Monday, November 24, 2014

Final Project. A Creative Project

When it was mentioned that we could do creative projects I immediately knew I wanted to do one with House of Leaves.  Now it took me a while to come up with exactly what I wanted to do, but I’ve finally settled on something. I’ve gone out and bought an extra copy of the book. Compared to the cost of other art projects I’ve done for school $21 is fairly cheap. What’s harder on me is probably the emotional value that books have for me, as I plan on doing something that I would not normally ever do to a book. Normally I wouldn’t even write in one. Heck, I’ve been complaining to my roommate that the copy I borrowed from him is full of his illegible notes. But this copy, I am going to tear apart. Deconstruct it in a sense. Turn this book into a non-book. Take the leaves from their home and play with them.
But why? What statement could this make? What is the purpose of this creative work? As I said, I knew I wanted to do something creative with House of Leaves. My initial thought was to draw. After all, this is the most wordy and least pictorial out of all of the books we’ve read. I thought maybe I’d illustrate a few scenes of The Navidson Record or perhaps just one really important scene. Perhaps I could take on one or two of the Exhibits at the end of the book, the instructions that Zampano left for a series of plates. But that all just seemed wrong for this book. Yes there are Sketches and Polaroids in Appendix II, but part of their importance is that there are so few of them. One of the big themes of the book is that Zampano is a blind man analyzing a film that does not exist. To me it would somehow seem against the spirit of the book to put it into blatant images. Even Appendix III, which seems to be full of artistic interpretations of the film and analysis, is titled by The Editors as “Contrary evidence.”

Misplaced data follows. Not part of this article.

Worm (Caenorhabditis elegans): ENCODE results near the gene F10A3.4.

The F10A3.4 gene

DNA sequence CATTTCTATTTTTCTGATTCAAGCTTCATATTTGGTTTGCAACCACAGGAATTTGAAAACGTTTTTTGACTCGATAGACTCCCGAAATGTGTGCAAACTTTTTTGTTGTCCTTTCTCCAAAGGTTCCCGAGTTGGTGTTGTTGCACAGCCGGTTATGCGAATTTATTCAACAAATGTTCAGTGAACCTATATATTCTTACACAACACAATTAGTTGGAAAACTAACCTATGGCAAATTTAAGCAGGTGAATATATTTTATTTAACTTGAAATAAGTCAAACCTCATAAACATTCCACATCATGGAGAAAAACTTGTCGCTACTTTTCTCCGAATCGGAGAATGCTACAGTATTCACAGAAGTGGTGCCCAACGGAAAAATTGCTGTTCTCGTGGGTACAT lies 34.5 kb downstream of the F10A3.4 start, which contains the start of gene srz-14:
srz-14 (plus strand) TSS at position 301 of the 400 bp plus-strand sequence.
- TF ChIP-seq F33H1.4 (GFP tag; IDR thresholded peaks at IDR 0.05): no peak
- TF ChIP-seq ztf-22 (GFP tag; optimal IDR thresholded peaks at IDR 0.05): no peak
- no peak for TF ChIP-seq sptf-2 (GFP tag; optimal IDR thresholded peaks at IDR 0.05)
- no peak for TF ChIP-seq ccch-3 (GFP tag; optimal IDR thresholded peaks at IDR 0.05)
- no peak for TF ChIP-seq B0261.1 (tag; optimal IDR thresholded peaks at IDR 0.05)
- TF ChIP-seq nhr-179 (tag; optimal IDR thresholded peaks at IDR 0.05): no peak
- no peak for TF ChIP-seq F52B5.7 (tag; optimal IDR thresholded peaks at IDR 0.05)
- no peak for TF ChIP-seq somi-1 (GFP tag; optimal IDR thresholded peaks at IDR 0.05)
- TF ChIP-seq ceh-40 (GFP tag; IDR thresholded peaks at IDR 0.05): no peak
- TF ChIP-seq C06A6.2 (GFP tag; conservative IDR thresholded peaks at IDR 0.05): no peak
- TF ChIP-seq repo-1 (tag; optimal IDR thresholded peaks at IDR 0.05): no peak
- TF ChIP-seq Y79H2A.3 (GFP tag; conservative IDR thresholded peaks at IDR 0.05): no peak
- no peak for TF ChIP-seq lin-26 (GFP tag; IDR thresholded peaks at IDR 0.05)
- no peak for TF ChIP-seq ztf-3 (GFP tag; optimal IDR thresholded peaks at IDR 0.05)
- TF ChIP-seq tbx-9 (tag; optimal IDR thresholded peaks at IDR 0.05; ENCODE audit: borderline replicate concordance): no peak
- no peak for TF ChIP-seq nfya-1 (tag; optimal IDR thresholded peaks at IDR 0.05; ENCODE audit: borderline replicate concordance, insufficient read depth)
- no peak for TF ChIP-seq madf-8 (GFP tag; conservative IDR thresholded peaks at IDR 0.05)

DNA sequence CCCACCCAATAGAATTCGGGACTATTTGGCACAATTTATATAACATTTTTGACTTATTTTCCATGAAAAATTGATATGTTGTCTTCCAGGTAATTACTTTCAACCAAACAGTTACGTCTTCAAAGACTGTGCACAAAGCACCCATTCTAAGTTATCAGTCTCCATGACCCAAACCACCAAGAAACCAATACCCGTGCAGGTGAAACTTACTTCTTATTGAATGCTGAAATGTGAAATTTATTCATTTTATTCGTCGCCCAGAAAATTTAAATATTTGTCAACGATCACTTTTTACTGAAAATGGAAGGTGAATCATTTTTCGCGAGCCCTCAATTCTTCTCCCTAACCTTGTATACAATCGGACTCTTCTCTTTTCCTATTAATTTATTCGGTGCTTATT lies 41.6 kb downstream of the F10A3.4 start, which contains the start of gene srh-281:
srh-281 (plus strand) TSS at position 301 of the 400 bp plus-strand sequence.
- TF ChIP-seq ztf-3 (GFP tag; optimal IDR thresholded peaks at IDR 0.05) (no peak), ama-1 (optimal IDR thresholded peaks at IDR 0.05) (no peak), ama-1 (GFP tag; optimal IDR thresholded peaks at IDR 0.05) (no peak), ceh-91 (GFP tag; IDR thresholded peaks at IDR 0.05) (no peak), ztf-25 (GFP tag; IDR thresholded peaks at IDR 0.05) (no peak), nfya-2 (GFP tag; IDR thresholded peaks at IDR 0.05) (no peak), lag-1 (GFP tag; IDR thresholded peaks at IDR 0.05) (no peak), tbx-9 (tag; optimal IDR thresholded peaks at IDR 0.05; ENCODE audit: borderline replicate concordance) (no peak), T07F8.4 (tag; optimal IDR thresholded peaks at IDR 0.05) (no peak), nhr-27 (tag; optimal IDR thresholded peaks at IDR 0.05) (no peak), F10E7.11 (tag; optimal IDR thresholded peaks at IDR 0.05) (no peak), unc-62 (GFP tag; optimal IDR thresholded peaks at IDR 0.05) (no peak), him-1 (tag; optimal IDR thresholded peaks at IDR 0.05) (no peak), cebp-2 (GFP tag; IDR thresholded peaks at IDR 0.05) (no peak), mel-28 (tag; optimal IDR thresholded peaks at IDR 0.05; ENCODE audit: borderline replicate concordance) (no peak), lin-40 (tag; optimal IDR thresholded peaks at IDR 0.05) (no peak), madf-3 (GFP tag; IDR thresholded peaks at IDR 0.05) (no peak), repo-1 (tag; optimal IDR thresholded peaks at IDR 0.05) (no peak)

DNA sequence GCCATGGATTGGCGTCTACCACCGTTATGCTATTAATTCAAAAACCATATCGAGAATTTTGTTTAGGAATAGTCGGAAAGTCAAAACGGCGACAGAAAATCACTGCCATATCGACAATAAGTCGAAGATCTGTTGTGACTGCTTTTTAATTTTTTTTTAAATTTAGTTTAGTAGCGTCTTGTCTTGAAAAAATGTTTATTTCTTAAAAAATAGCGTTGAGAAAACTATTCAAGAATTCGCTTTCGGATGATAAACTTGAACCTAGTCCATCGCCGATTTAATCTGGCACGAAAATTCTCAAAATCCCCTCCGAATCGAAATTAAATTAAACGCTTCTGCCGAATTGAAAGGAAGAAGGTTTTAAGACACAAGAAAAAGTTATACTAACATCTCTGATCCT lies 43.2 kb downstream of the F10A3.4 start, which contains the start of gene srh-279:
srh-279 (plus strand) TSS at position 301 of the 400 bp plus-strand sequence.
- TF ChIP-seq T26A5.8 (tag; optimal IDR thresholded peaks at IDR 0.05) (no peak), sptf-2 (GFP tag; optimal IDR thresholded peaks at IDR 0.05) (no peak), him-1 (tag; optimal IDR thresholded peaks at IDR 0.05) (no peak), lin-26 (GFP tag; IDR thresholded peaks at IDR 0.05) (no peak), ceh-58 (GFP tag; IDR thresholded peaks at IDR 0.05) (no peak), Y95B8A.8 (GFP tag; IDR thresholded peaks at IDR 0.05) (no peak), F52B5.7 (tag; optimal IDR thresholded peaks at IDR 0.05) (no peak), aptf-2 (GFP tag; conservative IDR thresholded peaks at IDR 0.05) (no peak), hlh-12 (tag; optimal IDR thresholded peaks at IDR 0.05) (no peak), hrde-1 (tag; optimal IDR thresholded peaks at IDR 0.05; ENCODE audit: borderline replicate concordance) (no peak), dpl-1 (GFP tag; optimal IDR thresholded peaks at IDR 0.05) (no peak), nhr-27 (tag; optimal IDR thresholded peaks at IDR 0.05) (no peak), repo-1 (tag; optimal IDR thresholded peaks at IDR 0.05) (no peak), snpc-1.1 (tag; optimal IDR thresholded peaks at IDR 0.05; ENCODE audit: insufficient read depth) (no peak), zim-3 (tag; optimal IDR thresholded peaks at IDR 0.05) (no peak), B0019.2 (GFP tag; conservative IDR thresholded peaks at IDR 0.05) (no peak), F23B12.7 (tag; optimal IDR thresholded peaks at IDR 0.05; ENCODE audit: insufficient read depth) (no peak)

That, and the text is just so dense, so full of information and references that, were I to illustrate, I don’t think I could manage to fit everything in. I probably wouldn’t even be able to catch everything myself, let alone transfer it into image. This is a case where I think an adaptation would only lose information and not add anything of value. If I really wanted to capture the spirit of the book, I wouldn’t just copy from the source material, but literally use the material itself. I’d be using the source material as material for a project; that seems to play on the echoes that our one writing prompt touched on. And taking the book apart? Well, as was brought up, “leaves” can be defined as paper, and so a book would be like their home, a House of Leaves. A big part of the book was that the House was more of a non-house. The “window” footnote even listed a whole bunch of things in a normal hose that this House didn’t have.  So, why not mirror the House being a non-house by turning the Book into a non-book.